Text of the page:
Diabetes Week takes place in June every year. It’s a time when supporters and those affected come together to share their stories and to raise awareness of diabetes. Diabetes UK is a charity, so they rely on fundraising events and donations during the week. Diabetes affects more people than any other serious health condition in the UK. More than dementia and cancer combined. And there is currently no known cure for any type of diabetes. Whatever the type of diabetes you may have, with the correct treatment, knowledge and support you can still lead a long, full and healthy life. That means we need to take action now. It’s a fight that involves all of us – sharing knowledge and taking diabetes on together.
There are lots of ways to support Diabetes Week. Join the conversation on social media. Don’t forget to use the hashtags #diabetesweek Hear from our supporters online – they’ll be sharing their stories of living with diabetes throughout the week. If you have any questions about Diabetes Week, contact firstname.lastname@example.org.
What is Diabetes:
- Insulin is a hormone produced by the pancreas that plays a very important role in our bodies. After we eat, we begin to digest carbohydrates, breaking them down into glucose.
- The insulin released by the pancreas moves glucose into our cells, where it is used as fuel for energy
- It may help to understand that insulin is often described as a key, which open the doors to the cells, allowing glucose to enter.
- You’re more at risk if you’re white and over 40 or over 25 if you’re African-Caribbean, Black African, or South Asian.
- Type 2 diabetes is two to four times more likely in people of South Asian descent and African-Caribbean or Black African descent.
- You’re more at risk of Type 2 diabetes if you’re overweight.
- You’re more at risk if you’ve had high blood pressure.
- You’re two to six times more likely to get Type 2 diabetes if you have a sibling’s or parents with diabetes.
What causes Type 1 diabetes:
Type 1 diabetes is an autoimmune condition, which means the body destroys the cells that produce insulin. Insulin is needed to help move glucose out of the blood and into cells for energy. Without it, blood glucose levels can get to high, so then insulin injections are needed to control it.
- 10% of people with diabetes have Type 1, diet and lifestyle do not cause it.
|In people who don’t have diabetes, the pancreas makes a normal amount of insulin.||If you have Type 1 diabetes, the body stops making insulin.|
|Insulin acts like a key, helping move glucose into our cells. In Type 1 diabetes, there is no key.||Without insulin, the level of glucose in the blood gets too high.|
What Causes Type 2 Diabetes:
Type 2 diabetes differs in that it can start later in life, and that the body doesn’t produce enough insulin or the insulin doesn’t work properly. It’s the most common form of diabetes.
- 90% of all those living with diabetes have Type 2 diabetes
|In people without diabetes, the pancreas makes a normal amount of insulin.||When you have Type 2 diabetes, the body doesn’t make enough insulin or the insulin made doesn’t work properly.|
|Insulin acts like a key, helping glucose move into our cells. In Type 2 diabetes, the key doesn’t work properly.||Without enough insulin, the level of glucose in the blood gets too high.|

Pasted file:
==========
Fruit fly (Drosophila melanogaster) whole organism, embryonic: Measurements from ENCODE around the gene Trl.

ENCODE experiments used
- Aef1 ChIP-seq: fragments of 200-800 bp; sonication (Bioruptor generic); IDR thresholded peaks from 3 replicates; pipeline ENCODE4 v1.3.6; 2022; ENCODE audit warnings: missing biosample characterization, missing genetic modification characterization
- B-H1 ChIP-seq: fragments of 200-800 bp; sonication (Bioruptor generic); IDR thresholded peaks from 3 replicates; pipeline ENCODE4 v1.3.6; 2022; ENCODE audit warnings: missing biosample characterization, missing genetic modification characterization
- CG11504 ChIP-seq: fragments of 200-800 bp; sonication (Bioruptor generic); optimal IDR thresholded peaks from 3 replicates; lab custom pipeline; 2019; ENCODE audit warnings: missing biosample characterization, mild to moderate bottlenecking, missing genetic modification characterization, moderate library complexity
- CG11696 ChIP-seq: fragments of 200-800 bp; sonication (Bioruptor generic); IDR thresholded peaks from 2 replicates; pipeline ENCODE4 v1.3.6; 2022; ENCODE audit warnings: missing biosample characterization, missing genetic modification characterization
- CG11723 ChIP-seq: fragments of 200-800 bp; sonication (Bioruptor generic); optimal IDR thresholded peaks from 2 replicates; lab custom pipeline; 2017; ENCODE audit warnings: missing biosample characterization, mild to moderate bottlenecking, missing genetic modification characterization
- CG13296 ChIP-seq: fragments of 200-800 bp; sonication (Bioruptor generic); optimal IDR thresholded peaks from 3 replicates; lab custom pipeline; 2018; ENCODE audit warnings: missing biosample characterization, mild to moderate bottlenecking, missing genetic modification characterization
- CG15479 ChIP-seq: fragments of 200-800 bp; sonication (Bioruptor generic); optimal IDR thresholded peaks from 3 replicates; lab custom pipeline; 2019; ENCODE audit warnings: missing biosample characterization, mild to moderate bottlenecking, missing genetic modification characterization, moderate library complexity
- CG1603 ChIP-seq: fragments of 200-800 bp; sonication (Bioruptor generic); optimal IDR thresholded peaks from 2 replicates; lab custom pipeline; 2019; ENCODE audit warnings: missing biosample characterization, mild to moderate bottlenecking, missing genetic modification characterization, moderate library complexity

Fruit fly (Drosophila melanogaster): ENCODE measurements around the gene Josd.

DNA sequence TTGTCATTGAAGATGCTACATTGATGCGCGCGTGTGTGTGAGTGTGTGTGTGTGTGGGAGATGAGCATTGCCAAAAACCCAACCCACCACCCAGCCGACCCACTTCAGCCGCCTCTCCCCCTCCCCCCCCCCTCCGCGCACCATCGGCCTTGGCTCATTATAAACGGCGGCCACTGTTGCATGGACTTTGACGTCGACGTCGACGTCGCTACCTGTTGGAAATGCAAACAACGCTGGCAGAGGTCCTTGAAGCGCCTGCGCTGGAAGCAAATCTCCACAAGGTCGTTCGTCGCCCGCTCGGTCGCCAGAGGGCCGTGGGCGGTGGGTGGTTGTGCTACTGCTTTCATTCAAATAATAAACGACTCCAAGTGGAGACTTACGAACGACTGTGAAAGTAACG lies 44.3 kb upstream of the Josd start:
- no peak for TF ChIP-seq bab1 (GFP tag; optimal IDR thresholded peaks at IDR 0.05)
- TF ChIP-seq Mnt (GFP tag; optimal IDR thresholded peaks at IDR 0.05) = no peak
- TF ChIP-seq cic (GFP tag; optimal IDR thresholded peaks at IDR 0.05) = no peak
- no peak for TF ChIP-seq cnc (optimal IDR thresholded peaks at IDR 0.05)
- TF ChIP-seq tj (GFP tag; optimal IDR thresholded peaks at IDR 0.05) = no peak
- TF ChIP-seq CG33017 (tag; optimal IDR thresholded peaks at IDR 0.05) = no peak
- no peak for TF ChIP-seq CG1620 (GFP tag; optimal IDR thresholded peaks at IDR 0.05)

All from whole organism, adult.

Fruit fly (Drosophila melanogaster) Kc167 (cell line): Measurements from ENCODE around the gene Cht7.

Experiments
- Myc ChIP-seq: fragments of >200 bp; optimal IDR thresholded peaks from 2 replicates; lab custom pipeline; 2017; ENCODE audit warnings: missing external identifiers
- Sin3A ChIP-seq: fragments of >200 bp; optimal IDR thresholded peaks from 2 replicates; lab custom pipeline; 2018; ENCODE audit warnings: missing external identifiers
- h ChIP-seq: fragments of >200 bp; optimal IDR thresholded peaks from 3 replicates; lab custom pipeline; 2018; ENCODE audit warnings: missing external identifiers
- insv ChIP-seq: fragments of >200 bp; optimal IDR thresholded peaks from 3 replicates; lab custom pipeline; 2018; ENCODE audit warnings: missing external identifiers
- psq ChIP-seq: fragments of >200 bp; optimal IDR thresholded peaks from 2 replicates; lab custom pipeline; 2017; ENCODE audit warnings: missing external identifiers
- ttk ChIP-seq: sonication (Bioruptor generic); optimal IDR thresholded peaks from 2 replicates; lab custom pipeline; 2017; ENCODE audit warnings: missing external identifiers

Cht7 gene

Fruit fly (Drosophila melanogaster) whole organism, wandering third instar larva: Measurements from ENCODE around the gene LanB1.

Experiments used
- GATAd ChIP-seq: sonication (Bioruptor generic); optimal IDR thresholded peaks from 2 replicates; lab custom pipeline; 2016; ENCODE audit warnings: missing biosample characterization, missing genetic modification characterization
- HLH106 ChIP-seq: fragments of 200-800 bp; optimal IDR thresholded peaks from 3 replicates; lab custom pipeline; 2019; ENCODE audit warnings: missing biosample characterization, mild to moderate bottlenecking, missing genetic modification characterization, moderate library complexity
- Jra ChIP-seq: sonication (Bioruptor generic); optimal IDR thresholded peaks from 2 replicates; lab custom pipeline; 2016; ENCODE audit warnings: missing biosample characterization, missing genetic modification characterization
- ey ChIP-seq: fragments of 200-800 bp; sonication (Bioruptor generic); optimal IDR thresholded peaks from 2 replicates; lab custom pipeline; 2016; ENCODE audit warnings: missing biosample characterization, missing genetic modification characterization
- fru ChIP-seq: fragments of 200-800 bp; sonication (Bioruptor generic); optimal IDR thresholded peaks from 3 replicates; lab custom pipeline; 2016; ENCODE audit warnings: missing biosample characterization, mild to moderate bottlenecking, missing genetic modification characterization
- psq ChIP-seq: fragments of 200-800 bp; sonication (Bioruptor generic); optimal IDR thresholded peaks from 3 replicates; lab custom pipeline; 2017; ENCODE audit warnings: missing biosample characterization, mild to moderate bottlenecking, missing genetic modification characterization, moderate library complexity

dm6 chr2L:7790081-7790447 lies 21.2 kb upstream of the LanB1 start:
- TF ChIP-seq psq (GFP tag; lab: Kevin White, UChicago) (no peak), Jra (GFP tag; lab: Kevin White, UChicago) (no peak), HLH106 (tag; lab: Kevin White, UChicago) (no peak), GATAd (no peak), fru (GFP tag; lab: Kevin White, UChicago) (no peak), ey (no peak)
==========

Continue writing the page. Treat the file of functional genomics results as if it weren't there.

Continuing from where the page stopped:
Signs and Symptoms:
- Blurred vision
- Feeling more thirsty than usual
- Cuts and wounds take longer to heal
- Losing weight without trying to
- Going to the toilet more frequently especially at night
- Genital itching and thrush
Causes of symptoms:
As there’s a high level of glucose in the blood, the body tries to dispel it through urine, which causes the right conditions fungal infections such as thrush.
If you have some of the symptoms, what to do next?
Your GP should be your first point of contact if you think you may have diabetes. It’s always better to check, as early diagnosis and treatment may prevent further complications.
What happens if you don’t seek treatment?
Symptoms can often appear quickly with Type 1 diabetes and left untreated can lead major health problems such as diabetic ketoacidosis which could result in a fatal coma Most of those diagnosed with Type 1 diabetes are diagnosed in childhood or early adulthood and the symptoms are the same at any age. However, adults may not be as quick to pick up the symptoms as children do, so treatment and diagnosis could be delayed. As Type 2 diabetes develops more slowly it could be easier to miss and to spot the symptoms. But left without diagnosis or treatment could affect multiple organs such as heart, kidneys, eyes, blood vessels and nerves. Seeking help, advice and treatment early could prevent further problems. Spotting signs of Diabetes in children: To help you spot the four most common symptoms Diabetes UK has created the 4 Ts of Type 1 diabetes. 4 T’s: By making sure we look out for these symptoms early, it ensures children can get the right treatment and diagnosis so it can prevent fatal complications such as diabetic ketoacidosis (DKA)
Children who show signs of the 4 T’s
The first point of contact would be to inform your GP straight away and if possible have a test for Type 1 Diabetes at the time of appointment. It’s usually a quick prick of the finger test which the gp can do. If the test is positive for Type 1 diabetes, the GP can then arrange for the child to see a specialist paediatrician on the diabetes team to get immediate treatment, and bring their diabetes under control
How Diabetes UK can help you
If you, or your family is affected by diabetes, or you need extra advice and support please visit www.diabetes.co.uk Raising awareness Displaying posters and flyers in the neighbourhood, such as schools and doctor’s surgery will actively help people who are seeking advice or who just want to know more about the condition.